Detecting spam documents in a phrase based information retrieval system
|An information retrieval system uses phrases to index, retrieve, organize and describe documents. Phrases are identified that predict the presence of other phrases in documents. Documents are the indexed according to their included phrases. A spam document is identified based on the number of related phrases included in a document.|
At least that’s the opening folly of the document. As a basic refresher, the method looks not only at the search term but related phrases for a given topic and related phrase occurrences expected to be present in a document statistically. I is calculated over individual/multiple documents and collections of documents (web pages and website for our purposes).
Then my favorite ‘concise’ version of the process
“To identify phrases that have sufficiently frequent and/or distinguished usage in the document collection to indicate that they are "valid" or "good" phrases”
So in essence it is looking at the ratio of actual co-occurrence rate to expected co-occurrence rate, which gives them a predictive measurement for any given phrase on any given topic on a web site or web page.
What is Spam?
Straight from the horses mouth;
|spam pages are documents that have little if any meaningful content, but instead comprise collections of popular words and phrases, often hundreds or even thousands of them; these pages are sometime called "keyword stuffing pages." Others include specific words and phrases known to be of interest to advertisers. These types are created to cause search engines to retrieve such documents for display along with paid advertisements.|
A Phrase Based Indexing and Retrieval (PaIR) system could set about identifying a web page (or document) as a spam page by comparing the actual number of related phrases present in the document with the expected number of related phrases. To high or to low an expected phrase rate or density, could flag a given document for further algorithmic inspection. Also expectations of plurals and singular occurrences can be valuated as part of the spam detection process. It is then added to a list of spam documents.
The process takes place both at indexing and retrieval. In essence the document gets its spam score at indexation and then upon retrieval, should that page be included in the results, weighting is then removed and the page is devalued during the ranking process for previously calculated Spam threshold scoring/weighting.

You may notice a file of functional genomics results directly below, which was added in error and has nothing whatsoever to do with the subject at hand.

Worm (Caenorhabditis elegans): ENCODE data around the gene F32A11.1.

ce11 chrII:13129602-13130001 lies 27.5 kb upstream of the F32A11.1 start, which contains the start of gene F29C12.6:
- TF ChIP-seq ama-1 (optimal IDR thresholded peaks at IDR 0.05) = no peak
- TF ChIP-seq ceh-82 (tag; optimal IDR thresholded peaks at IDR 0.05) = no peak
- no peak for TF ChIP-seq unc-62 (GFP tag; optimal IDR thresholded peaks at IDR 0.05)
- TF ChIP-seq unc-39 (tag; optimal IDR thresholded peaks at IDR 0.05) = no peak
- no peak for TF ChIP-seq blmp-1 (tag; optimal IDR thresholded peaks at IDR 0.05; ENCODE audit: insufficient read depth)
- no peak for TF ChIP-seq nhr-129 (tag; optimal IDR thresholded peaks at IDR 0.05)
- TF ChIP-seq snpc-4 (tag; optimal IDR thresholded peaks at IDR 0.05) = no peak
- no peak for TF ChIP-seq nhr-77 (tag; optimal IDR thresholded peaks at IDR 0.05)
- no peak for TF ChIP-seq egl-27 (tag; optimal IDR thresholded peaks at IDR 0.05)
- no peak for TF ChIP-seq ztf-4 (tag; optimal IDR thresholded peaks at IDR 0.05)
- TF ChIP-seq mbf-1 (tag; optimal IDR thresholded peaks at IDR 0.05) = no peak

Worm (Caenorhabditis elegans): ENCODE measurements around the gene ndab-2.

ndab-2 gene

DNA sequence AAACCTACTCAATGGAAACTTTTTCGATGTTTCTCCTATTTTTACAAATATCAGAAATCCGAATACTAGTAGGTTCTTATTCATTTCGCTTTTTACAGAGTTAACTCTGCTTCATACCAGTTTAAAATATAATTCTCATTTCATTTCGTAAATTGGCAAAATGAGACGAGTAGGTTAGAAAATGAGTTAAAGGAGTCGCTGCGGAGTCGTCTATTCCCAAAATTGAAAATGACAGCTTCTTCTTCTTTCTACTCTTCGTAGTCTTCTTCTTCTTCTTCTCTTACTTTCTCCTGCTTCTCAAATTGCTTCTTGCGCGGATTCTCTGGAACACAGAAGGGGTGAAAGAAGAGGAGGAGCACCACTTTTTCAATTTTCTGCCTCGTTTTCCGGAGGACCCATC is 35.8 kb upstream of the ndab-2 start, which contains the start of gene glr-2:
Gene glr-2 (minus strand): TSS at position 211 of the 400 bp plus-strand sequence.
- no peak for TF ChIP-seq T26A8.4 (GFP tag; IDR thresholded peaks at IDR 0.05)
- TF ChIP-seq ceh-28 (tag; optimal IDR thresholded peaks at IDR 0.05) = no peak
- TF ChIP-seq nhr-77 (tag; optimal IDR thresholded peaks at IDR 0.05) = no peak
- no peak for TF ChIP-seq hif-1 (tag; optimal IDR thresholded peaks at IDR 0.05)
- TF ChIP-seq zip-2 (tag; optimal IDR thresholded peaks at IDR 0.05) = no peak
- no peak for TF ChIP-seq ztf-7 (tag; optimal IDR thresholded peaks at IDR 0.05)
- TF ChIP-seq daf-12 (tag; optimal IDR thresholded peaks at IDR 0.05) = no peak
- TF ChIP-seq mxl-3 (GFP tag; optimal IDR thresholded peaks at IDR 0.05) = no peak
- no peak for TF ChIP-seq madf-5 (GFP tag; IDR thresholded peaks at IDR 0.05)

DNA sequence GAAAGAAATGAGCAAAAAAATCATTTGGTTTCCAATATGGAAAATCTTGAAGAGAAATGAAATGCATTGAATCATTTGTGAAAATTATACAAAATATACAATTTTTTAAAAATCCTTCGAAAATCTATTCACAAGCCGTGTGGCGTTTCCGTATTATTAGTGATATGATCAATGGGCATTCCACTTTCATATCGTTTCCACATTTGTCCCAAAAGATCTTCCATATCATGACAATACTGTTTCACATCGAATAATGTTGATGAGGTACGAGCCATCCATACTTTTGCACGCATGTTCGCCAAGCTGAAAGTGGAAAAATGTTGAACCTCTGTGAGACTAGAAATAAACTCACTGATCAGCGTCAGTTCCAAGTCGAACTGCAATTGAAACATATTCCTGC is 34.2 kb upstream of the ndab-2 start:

According to the folks that drafted it, a normal related, topical phrase occurrence (or related phrases) is in the order of 8-20 whereas the typical Spam document would contain between 100-1000 related phrases. So by looking for statistical deviations in related phrase occurrences the system can flag an item as Spam. Once again it is mostly for the high end, but a low deviation count can also be used as a flag for a low occurrences (which could be compared to the link profile for link spam)
Strangely, to me at least, there is a bit of ‘give’ to the system in that some documents (or sets of documents) that have been flagged as Spam, are entirely removed from the index. Other – not so spammy? – documents would merely be devalued. This means there is a grey area that could certainly cause some collateral damage in my opinion; or it may be there to ‘deal’ with potential false – positives. Either way you can see where some innocents can get caught up in the war on web Spam.
That’s a Wrap
Well that’s it for the world of PaIR for the moment. Time to move onto some new things. I have enjoyed the journey and look for great things as more search engines gravitate towards a similar model (hopefully) I can see man advantages for quality relevant sites, and a little tougher time on the spammers ( I am sure they’ll get it sorted)
Until next time …. Play Safe